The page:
When Americans for Prosperity (AFP) put up a candidate for Governor, Steve Oroho incurred the wrath of Chris Christie but Steve would not go against AFP's candidate.  And when that man said that he would be a candidate for the United States Senate against Cory Booker, Steve was among the first to rally to his side.

As Senator, Steve has worked with conservative think tanks to fashion model conservative legislation.  Steve serves as chairman of the conservative American Legislative Exchange Council (ALEC) and he's carried legislation for the NRA and other Second Amendment groups.  He is the prime sponsor of the Pro-Life community's most important piece of legislation.  He has championed the cause of religious liberty and traditional values. 

The business community -- small and large -- has relied on Steve Oroho to protect them from big government and over-regulation.  And he has protected both the job creators and the taxpayers.  Against great odds and with both chambers controlled by the Democrats, Steve has the best record of passing tax cuts in Trenton.  In fact, the Star-Ledger tracked the legislative success of legislators and found that of the top ten, only one was a Republican -- Steve Oroho.

It's true that Steve Oroho doesn't sound like Donald Trump.  He doesn't talk trash about those he disagrees with.  Instead, Steve engages in a policy discussion with them.  He comes armed with facts not curse words.  He is patient, courteous, and kind to those with whom he disagrees.  And that's why he gets other legislators, even Democrats, to see his way.

In 2011, the Tea Party got mad at Assemblywoman Alison Littell McHose because she wouldn't support a liberal for the Republican nomination for United States Senate.  That liberal was Dick LaRossa, a former State Senator who the NRA had walked away from in 1996.  The Tea Party had been sweet-talked by Dick.  They liked Dick and thought he was the next big thing.  That all came to nothing.  So, seeking revenge, the Tea Party ran two candidates in District 24 against McHose and Gary Chiusano.  One Tea Party candidate got 5 percent of the vote.  The other got 2 percent.

Now they want to do it again.  And it's all over the appointment of a liberal judge to the Superior Court.  Senator Steve Oroho won't do it.  But a Senator Gail Phoebus would. 

The Tea Party has chosen as its issue the gas tax portion of the tax restructuring package.  The one tax in a five-tax-cuts package.  They have been attacking Steve Oroho for weeks using the most graphic, violent and pornographic language.  The vicious rumors have been spread by people who once turned to him in their need.  Why do some people feel the need to damage someone they called "friend" and spread filth just because they disagree over a single policy?  These are people who claim to believe in God -- but what Creator would license this type of behavior towards that which is His?

We don't believe that the Tea Party will be any more successful this time than it was in 2011.  But one day, Steve Oroho will leave the scene.  And who will fill his shoes?  Then the Tea Party will be singing a different tune:


NJ Herald continues its attack on reality

Let's be clear, the New Jersey Herald is not a non-profit entity representing Sussex County.  It is owned by the for-profit Quincy Media corporation of Quincy, Illinois.  It is mainly a broadcast company, owning radio and television stations throughout the mid-west.  The corporation's only holding on the east coast, one of two newspapers it owns, is the New Jersey Herald.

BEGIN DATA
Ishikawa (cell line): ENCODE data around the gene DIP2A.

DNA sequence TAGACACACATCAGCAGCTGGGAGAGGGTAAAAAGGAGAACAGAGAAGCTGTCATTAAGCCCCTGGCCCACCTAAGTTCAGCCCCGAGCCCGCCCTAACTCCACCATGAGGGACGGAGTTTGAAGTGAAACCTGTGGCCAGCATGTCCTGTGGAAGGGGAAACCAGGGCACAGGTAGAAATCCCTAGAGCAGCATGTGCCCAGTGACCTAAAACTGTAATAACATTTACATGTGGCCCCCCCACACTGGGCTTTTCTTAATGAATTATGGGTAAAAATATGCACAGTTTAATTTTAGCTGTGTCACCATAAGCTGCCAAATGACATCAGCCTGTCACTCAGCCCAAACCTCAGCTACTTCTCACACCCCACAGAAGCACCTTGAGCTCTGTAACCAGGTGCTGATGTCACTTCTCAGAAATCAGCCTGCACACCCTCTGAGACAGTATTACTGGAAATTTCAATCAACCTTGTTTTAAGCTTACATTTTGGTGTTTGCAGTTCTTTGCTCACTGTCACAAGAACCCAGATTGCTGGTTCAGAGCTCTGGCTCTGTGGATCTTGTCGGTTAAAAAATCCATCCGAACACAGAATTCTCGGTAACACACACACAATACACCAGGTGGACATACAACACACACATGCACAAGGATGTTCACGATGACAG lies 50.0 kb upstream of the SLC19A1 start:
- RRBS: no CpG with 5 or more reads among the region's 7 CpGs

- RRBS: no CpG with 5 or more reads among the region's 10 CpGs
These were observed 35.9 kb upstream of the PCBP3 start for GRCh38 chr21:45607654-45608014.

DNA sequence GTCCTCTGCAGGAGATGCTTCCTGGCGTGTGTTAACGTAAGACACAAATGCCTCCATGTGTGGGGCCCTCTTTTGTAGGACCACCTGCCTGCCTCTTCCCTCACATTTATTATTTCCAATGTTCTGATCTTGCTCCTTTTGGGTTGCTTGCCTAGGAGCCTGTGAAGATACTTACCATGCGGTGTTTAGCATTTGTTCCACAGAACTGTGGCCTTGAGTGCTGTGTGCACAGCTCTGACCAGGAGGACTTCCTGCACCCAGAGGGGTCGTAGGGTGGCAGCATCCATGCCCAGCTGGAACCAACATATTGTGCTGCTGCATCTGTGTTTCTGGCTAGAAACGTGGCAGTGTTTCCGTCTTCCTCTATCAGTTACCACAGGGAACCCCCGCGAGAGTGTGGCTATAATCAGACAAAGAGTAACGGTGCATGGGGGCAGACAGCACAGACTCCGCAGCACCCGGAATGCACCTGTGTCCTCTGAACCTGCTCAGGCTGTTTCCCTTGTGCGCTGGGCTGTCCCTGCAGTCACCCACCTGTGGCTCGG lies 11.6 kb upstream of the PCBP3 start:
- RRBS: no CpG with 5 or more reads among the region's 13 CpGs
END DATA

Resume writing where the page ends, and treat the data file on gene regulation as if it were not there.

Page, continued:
This corporation makes its millions in profit off advertising revenues.  It is not the words written by the reporters or the news shows on radio or television that matter -- they simply get eyes on the page -- it is all those advertisements for vinyl siding, used cars, socks, and suppositories.  That is where the money is, let's be clear on that.  Let's also be clear that the Herald isn't published for the benefit of the community, it is published to make a profit by a for-profit corporation over 1,000 miles away.  The day it doesn't make money and they see no hope of it making money, it will be gone. 


The Herald is still pissed off at Senator Oroho for suggesting that property taxes could be reduced by not requiring state, county, and local governments to pay media corporations to place all those public legal notices and advertisements in the back of newspapers.  Governmental entities have their own websites on which they could publish all those notices and advertisements for free.  Forcing them to pay newspapers to do so appears redundant and it costs taxpayers millions in property tax revenues.  It's like a mandated direct government subsidy to the newspaper/advertising industry.


Has the Herald ever covered this subject?  Have they ever written about it?  This is millions in property tax revenue that could be saved.  Doesn't that at least warrant a discussion?  But instead of a mature, honest, above-board discussion about a way to save taxpayers' money and maybe use that money to cut property taxes, what we have instead is a hissy fit followed by the big hate.


So now the Herald is in hate mode.  Big hate.  They want to screw somebody, and to do so they will blatantly ignore the facts about an issue, and will fashion a narrative by selectively using the voices of others, while preventing some from being heard.  This is accomplished by publishing letters to the editor from people who are attacking the object of the newspaper's hatred, while not publishing others.  On the comments page, they permit some to post comments but not others.  Both the Herald staff and its attorney admit to doing this by applying selective "criteria" in determining who gets to post -- something unique to the Herald.


Sunday's Herald was a case in point.  The New Jersey Herald published the letters of three Oroho haters (Nathan Orr, Troy Orr, and Bob Klymaz) who often publish in the Herald.